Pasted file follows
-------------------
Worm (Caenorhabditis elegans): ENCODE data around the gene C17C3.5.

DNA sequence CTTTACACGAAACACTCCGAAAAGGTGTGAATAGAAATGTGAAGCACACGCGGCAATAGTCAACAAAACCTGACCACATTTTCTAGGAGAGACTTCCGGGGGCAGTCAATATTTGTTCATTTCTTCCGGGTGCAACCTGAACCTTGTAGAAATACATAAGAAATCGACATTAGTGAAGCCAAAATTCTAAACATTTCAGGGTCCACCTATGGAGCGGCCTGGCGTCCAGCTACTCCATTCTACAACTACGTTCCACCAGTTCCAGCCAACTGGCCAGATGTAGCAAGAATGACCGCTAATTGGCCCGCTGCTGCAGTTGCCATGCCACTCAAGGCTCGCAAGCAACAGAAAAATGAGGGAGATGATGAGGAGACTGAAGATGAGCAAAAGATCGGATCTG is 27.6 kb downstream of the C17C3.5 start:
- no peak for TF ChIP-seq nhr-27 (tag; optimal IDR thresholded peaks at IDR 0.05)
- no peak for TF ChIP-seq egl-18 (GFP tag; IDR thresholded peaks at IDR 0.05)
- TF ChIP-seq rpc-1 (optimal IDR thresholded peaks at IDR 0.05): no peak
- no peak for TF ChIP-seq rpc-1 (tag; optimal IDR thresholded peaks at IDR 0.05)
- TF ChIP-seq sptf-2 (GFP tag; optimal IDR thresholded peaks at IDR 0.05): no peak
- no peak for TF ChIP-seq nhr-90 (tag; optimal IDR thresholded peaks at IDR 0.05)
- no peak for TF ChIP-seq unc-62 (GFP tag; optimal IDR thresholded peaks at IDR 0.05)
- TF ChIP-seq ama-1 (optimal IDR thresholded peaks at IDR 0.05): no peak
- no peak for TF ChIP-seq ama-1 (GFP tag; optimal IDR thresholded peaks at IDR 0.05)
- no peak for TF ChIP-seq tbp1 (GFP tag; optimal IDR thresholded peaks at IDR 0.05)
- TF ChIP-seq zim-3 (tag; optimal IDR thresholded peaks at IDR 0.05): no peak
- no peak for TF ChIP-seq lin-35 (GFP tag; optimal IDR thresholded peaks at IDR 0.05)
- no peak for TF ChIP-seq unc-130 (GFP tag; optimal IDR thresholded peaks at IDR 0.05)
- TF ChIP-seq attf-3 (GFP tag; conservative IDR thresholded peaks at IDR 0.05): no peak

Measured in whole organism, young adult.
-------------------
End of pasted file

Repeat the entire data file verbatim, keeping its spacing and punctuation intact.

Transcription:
Worm (Caenorhabditis elegans): ENCODE data around the gene C17C3.5.

DNA sequence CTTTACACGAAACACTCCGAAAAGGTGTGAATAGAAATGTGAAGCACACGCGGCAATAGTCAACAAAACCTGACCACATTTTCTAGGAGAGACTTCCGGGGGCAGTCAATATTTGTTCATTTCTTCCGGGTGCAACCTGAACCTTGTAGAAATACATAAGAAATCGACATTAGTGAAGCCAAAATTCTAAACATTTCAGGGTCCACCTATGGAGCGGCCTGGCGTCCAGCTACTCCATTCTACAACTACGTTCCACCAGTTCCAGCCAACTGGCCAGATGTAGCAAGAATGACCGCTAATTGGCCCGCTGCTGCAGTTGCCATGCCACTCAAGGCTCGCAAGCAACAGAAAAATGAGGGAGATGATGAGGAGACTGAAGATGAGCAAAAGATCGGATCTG is 27.6 kb downstream of the C17C3.5 start:
- no peak for TF ChIP-seq nhr-27 (tag; optimal IDR thresholded peaks at IDR 0.05)
- no peak for TF ChIP-seq egl-18 (GFP tag; IDR thresholded peaks at IDR 0.05)
- TF ChIP-seq rpc-1 (optimal IDR thresholded peaks at IDR 0.05): no peak
- no peak for TF ChIP-seq rpc-1 (tag; optimal IDR thresholded peaks at IDR 0.05)
- TF ChIP-seq sptf-2 (GFP tag; optimal IDR thresholded peaks at IDR 0.05): no peak
- no peak for TF ChIP-seq nhr-90 (tag; optimal IDR thresholded peaks at IDR 0.05)
- no peak for TF ChIP-seq unc-62 (GFP tag; optimal IDR thresholded peaks at IDR 0.05)
- TF ChIP-seq ama-1 (optimal IDR thresholded peaks at IDR 0.05): no peak
- no peak for TF ChIP-seq ama-1 (GFP tag; optimal IDR thresholded peaks at IDR 0.05)
- no peak for TF ChIP-seq tbp1 (GFP tag; optimal IDR thresholded peaks at IDR 0.05)
- TF ChIP-seq zim-3 (tag; optimal IDR thresholded peaks at IDR 0.05): no peak
- no peak for TF ChIP-seq lin-35 (GFP tag; optimal IDR thresholded peaks at IDR 0.05)
- no peak for TF ChIP-seq unc-130 (GFP tag; optimal IDR thresholded peaks at IDR 0.05)
- TF ChIP-seq attf-3 (GFP tag; conservative IDR thresholded peaks at IDR 0.05): no peak

Measured in whole organism, young adult.